Laura Cesarco Eglin: I felt that a shorter form would suit Life, One Not Attached to Conditionals as a way to, at least in language, be able to finish the cycle, end the struggle psychologically, intellectually, and emotionally. Intense, short, and move on to life, one not attached to conditionals.
NMC: I notice that “translation” is one of the themes of Life. How did your work as a translator (and an author who is translated) impact your writing this chapbook?
LCE: Experience translated into language. Poetry as a means to question, challenge, and rearrange thoughts and experiences. Translation as a form of reading deeply, analyzing.
NMC: Writing about illness seems to be a tried-and-true genre, but is also an emerging one, as the landscape of disease is ever-shifting. Were you influenced by other writings on this topic?
LCE: More than influenced on writings on this particular topic for this particular chapbook, I would say that I am always influenced by all the books I read. I think that goes without saying. But there are two books in particular that I’d like to highlight. They deal with overcoming a loved one’s death or suicide: Ghost of by Diana Khoi Nguyen and Instead of Dying by Lauren Haldeman.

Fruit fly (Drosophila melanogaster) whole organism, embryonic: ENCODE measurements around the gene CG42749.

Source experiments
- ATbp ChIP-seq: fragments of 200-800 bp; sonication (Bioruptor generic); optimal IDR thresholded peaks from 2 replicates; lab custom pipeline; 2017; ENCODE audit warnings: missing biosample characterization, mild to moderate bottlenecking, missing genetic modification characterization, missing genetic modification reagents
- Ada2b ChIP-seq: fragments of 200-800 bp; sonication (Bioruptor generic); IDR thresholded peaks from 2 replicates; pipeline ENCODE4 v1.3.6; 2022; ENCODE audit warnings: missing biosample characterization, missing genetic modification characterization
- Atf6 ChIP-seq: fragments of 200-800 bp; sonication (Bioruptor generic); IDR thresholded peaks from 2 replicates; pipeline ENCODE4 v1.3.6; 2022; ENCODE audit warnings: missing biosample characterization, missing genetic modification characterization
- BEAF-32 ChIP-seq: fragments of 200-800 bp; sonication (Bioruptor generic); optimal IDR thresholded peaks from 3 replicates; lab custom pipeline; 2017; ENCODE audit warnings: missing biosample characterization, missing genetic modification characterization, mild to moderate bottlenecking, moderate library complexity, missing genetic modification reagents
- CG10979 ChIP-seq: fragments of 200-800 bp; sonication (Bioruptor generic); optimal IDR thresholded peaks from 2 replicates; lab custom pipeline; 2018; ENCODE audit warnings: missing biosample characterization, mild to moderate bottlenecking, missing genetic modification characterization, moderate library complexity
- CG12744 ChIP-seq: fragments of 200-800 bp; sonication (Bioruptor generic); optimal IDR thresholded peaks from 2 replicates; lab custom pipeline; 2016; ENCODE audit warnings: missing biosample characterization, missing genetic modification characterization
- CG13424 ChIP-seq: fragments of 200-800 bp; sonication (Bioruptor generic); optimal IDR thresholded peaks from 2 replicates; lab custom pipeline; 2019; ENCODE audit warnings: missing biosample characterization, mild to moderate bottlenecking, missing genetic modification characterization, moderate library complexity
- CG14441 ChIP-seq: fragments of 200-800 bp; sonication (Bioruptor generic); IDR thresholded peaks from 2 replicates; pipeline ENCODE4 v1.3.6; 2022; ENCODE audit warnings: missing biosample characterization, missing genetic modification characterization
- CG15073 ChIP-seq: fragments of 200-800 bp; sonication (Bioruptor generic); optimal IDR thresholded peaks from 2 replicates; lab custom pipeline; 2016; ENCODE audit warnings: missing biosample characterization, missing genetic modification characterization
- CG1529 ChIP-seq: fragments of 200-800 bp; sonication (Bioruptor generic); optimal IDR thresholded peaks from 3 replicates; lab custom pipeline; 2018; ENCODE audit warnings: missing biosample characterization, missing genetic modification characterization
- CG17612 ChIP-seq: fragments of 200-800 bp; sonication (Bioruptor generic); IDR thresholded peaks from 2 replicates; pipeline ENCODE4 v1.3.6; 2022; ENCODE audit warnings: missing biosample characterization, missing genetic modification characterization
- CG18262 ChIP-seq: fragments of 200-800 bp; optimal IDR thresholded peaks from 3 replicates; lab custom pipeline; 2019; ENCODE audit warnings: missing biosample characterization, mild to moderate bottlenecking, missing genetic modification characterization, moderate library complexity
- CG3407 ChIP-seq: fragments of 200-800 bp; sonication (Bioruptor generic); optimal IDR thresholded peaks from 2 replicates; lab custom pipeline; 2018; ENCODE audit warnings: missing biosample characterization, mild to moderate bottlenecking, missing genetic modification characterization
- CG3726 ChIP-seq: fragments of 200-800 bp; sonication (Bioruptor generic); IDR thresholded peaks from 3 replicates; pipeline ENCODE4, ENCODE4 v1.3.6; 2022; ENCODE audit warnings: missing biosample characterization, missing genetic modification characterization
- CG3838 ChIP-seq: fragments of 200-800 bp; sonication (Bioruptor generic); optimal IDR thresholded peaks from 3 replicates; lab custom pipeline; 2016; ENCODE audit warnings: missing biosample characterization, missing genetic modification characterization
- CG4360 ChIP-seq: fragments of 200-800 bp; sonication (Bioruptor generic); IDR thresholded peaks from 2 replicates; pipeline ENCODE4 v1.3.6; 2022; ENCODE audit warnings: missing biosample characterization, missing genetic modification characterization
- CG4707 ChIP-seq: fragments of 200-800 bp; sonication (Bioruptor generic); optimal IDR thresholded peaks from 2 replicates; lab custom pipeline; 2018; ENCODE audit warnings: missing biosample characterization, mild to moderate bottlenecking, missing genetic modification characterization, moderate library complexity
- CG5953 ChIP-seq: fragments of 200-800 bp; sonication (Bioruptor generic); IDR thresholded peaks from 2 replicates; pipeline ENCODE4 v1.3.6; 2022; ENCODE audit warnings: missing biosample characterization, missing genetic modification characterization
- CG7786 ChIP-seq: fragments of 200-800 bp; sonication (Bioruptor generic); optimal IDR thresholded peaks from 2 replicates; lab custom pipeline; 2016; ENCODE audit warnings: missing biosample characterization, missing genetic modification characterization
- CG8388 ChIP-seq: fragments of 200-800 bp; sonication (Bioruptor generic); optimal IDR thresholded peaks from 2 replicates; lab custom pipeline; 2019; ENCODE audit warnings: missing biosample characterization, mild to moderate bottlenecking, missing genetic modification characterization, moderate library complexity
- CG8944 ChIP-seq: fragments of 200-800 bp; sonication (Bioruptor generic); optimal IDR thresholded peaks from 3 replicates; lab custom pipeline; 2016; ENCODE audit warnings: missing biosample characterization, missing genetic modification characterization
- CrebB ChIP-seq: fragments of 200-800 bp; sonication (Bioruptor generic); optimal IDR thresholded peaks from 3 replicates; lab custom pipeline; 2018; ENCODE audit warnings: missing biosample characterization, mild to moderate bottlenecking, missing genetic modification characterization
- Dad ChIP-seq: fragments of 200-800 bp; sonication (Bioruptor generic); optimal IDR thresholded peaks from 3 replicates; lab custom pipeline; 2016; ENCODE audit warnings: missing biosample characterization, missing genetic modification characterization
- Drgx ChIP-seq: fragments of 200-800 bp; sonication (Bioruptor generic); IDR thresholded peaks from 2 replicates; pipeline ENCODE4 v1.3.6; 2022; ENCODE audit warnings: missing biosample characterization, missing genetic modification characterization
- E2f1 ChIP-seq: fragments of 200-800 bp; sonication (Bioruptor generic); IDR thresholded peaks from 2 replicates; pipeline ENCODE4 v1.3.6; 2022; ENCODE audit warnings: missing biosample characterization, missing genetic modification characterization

NMC: Can you say something about your wonderful title (e.g., how it came about; when, in the process of writing, it came to you…)
LCE: The title comes from a line in “Recovery,” a poem in Life, One Not Attached to Conditionals. I did not set out to write a poetry collection about having melanoma and skin cancer repeatedly and what that meant. I was writing poems and they, understandably, had that focus. The process of editing, rereading, changing, rewriting brings new perspectives, and when I read that line I perceived that it encapsulates the compass, as well as the power I think language has.